After the debacle in the Iowa Caucuses early this month (though not directly related due to other circumstances) trust in the voting and election process continues to be under attack both internally and externally. The goal is to get it right, and Microsoft is doing it’s part to make it work for everyone.
Tomorrow I’ll be in Fulton, Wisconsin, with a team of people from Microsoft taking one of many steps needed to prepare our ElectionGuard technology for broad adoption. Together with election officials from the state of Wisconsin and the election technology company VotingWorks, we will be piloting ElectionGuard in an actual election for the first time.
As voters in Fulton go to their polling place tomorrow to cast ballots in a primary election for Wisconsin Supreme Court candidates, the official count will be tallied using paper ballots as usual. However, ElectionGuard will also provide an encrypted digital tally of the vote that will enable voters to confirm their votes have been counted and not altered. Tomorrow’s pilot is one step in a deliberate and careful process to get ElectionGuard right before it’s used more broadly across the country.
Preparing technology for wide adoption is accomplished through incremental steps that enable iteration and improvement. We first demonstrated an implementation of ElectionGuard to cybersecurity experts and others at the annual Aspen Security Forum last summer. Then, in September, we shared the code for ElectionGuard as an open source project on GitHub so voting machine manufacturers, security researchers and others could begin testing it. We announced a bug bounty program, offering up to $15,000 to people who report security vulnerabilities with ElectionGuard so they can be fixed. The code was also tested for security vulnerabilities by NCC Group. Tomorrow’s pilot gives us the first chance to see ElectionGuard in action in a real election, to assess its performance and observe voter reaction. We hope to learn from this so we can continue to work with election officials in Wisconsin and other states – and with technology partners such as VotingWorks – to improve ElectionGuard. This is by no means the last step in our preparation; we anticipate many more pilots of ElectionGuard technology as we get it ready for prime time.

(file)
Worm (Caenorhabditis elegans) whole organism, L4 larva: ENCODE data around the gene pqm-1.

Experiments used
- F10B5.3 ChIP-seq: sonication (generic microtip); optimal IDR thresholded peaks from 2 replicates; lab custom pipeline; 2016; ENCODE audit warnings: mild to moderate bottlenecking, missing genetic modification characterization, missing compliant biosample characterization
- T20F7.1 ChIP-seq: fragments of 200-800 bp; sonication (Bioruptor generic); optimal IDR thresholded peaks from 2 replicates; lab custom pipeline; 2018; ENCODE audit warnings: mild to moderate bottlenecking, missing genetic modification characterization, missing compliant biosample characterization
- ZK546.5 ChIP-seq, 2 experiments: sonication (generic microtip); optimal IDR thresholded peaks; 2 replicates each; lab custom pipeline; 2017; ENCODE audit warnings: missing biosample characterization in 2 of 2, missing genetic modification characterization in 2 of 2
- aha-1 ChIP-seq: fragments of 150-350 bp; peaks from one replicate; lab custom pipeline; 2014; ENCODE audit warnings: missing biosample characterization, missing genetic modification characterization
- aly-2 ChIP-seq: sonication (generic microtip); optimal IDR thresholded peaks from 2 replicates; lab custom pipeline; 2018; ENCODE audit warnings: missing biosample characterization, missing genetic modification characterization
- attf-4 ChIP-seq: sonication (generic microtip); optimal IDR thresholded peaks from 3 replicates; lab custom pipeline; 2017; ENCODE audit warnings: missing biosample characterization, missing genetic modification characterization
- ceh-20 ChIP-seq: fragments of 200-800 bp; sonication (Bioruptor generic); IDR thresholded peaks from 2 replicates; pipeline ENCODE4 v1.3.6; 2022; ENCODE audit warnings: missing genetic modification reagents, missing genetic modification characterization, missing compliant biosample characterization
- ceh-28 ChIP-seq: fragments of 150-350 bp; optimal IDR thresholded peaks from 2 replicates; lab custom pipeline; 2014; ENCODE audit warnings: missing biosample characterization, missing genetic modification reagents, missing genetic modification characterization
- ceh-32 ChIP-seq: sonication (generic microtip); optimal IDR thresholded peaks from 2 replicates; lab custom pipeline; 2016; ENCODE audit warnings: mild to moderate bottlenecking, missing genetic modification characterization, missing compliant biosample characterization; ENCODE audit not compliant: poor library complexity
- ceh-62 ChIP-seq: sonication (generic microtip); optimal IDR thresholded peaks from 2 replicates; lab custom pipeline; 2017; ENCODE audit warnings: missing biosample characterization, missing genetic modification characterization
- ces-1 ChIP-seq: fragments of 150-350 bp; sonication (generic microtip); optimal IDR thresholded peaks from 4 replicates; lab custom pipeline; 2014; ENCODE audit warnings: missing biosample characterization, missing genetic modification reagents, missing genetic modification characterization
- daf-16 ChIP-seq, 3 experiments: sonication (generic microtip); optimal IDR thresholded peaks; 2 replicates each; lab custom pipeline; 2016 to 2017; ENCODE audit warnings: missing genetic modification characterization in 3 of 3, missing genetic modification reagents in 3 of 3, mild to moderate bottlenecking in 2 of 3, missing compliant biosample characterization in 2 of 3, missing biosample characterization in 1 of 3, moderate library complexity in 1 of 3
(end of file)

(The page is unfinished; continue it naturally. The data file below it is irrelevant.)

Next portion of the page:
To be clear, the biggest credit for tomorrow’s pilot goes to the Wisconsin Election Commission and its Administrator Meagan Wolfe, as well as Rock County Clerk Lisa Tollefson for making the decision to try ElectionGuard so they can evaluate it for future use, and to VotingWorks, which designed and built much of the physical voting experience used in Fulton tomorrow. We’ve worked closely with the Commission and VotingWorks in recent months to test the system and voting machines for pilot use tomorrow, to conduct a public test of the machines even before the pilot, and to train polling place workers. We are also grateful to Connie Zimmerman, the Fulton Town Clerk, for enabling and supporting this pilot in the polling place she’s run for years, and to the Fulton Town Board, which voted to approve the pilot…